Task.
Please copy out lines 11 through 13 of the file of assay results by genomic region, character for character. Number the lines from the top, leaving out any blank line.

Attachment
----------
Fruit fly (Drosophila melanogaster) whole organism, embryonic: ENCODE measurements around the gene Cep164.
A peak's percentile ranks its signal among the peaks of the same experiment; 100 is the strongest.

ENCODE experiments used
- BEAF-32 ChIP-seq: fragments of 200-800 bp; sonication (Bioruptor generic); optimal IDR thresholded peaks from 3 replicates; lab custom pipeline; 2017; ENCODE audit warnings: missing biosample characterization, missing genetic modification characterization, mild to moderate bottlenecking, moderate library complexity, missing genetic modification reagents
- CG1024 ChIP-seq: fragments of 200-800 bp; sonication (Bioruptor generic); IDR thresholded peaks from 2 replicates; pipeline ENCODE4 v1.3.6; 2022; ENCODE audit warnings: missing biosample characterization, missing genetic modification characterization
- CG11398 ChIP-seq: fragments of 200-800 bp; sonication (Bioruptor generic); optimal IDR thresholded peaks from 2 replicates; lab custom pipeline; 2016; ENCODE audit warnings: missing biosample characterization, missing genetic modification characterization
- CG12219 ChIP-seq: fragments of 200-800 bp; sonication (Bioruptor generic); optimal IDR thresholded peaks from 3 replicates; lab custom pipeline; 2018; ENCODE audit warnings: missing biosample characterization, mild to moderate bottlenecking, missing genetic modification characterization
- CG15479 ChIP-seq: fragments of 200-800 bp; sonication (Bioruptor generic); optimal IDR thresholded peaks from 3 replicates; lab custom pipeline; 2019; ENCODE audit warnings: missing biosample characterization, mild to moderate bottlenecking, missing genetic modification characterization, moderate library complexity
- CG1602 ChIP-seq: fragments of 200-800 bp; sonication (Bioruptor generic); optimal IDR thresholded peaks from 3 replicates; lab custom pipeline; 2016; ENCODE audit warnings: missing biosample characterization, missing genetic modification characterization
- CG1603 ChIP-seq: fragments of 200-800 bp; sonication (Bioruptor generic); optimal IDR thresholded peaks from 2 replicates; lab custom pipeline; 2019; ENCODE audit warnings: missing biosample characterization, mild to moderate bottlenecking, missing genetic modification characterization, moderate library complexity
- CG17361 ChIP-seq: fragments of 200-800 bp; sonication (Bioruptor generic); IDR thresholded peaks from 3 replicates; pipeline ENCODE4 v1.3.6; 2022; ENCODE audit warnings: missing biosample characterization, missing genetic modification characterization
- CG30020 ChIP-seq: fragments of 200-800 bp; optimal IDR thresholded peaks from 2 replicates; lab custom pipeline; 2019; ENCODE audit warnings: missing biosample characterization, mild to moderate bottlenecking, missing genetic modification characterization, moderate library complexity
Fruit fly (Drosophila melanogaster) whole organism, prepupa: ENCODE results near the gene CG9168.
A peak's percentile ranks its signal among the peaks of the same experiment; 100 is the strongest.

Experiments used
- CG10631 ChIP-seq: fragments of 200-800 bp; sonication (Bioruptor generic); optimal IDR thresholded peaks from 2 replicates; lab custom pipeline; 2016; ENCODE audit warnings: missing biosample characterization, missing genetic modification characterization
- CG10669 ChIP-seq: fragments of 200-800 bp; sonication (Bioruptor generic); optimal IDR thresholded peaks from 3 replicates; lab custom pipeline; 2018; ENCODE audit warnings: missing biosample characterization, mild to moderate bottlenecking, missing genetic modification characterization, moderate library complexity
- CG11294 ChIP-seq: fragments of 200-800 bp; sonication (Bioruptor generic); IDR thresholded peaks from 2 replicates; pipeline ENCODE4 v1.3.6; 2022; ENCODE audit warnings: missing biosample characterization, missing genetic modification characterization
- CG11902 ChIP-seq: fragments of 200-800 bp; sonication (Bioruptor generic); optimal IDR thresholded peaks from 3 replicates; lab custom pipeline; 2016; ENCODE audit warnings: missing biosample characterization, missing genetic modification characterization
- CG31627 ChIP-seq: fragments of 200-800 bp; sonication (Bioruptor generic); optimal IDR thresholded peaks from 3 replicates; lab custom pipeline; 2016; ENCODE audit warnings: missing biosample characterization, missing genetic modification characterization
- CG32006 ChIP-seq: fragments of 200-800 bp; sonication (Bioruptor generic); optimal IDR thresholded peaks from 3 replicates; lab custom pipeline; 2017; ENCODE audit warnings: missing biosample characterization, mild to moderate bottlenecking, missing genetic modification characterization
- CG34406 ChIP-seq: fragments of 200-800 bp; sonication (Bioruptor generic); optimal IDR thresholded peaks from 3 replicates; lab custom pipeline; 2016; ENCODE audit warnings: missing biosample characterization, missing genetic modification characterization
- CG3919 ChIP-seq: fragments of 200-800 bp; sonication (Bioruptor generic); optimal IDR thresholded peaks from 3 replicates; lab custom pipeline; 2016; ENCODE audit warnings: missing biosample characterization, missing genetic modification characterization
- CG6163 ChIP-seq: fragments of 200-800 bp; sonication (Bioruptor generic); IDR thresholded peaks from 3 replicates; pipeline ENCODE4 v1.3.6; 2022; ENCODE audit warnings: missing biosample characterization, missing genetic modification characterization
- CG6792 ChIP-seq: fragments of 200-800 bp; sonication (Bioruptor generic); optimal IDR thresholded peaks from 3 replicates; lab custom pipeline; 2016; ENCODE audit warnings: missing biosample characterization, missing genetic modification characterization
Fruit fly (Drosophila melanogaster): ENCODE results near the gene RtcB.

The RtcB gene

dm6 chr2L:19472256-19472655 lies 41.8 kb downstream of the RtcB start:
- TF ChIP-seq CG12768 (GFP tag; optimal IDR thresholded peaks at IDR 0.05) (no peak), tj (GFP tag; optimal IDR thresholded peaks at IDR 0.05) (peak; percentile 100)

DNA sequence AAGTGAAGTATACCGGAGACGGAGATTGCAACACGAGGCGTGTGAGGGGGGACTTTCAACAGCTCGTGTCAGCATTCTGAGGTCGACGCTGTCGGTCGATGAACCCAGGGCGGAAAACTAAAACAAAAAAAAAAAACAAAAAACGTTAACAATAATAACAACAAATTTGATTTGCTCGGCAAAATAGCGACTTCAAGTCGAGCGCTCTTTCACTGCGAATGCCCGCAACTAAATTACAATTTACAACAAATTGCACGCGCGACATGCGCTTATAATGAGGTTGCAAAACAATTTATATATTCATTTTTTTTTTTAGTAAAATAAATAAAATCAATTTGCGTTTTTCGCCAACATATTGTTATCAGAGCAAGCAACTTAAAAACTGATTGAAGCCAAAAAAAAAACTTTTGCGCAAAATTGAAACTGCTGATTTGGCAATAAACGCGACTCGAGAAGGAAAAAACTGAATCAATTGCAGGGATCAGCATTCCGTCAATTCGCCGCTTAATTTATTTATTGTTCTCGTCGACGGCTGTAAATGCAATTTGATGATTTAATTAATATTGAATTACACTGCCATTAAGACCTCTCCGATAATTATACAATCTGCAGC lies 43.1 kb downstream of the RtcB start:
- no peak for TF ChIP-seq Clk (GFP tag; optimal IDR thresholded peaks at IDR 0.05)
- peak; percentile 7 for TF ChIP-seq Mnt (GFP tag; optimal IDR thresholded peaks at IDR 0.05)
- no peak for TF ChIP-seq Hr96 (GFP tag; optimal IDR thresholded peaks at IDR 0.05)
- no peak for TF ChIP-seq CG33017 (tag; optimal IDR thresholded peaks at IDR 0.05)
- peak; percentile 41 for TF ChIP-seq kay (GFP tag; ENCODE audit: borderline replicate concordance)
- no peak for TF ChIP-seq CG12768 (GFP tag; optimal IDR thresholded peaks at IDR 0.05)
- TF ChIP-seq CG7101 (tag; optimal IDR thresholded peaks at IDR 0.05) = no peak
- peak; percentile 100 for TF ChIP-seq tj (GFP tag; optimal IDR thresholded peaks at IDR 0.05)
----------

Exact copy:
- CG17361 ChIP-seq: fragments of 200-800 bp; sonication (Bioruptor generic); IDR thresholded peaks from 3 replicates; pipeline ENCODE4 v1.3.6; 2022; ENCODE audit warnings: missing biosample characterization, missing genetic modification characterization
- CG30020 ChIP-seq: fragments of 200-800 bp; optimal IDR thresholded peaks from 2 replicates; lab custom pipeline; 2019; ENCODE audit warnings: missing biosample characterization, mild to moderate bottlenecking, missing genetic modification characterization, moderate library complexity
Fruit fly (Drosophila melanogaster) whole organism, prepupa: ENCODE results near the gene CG9168.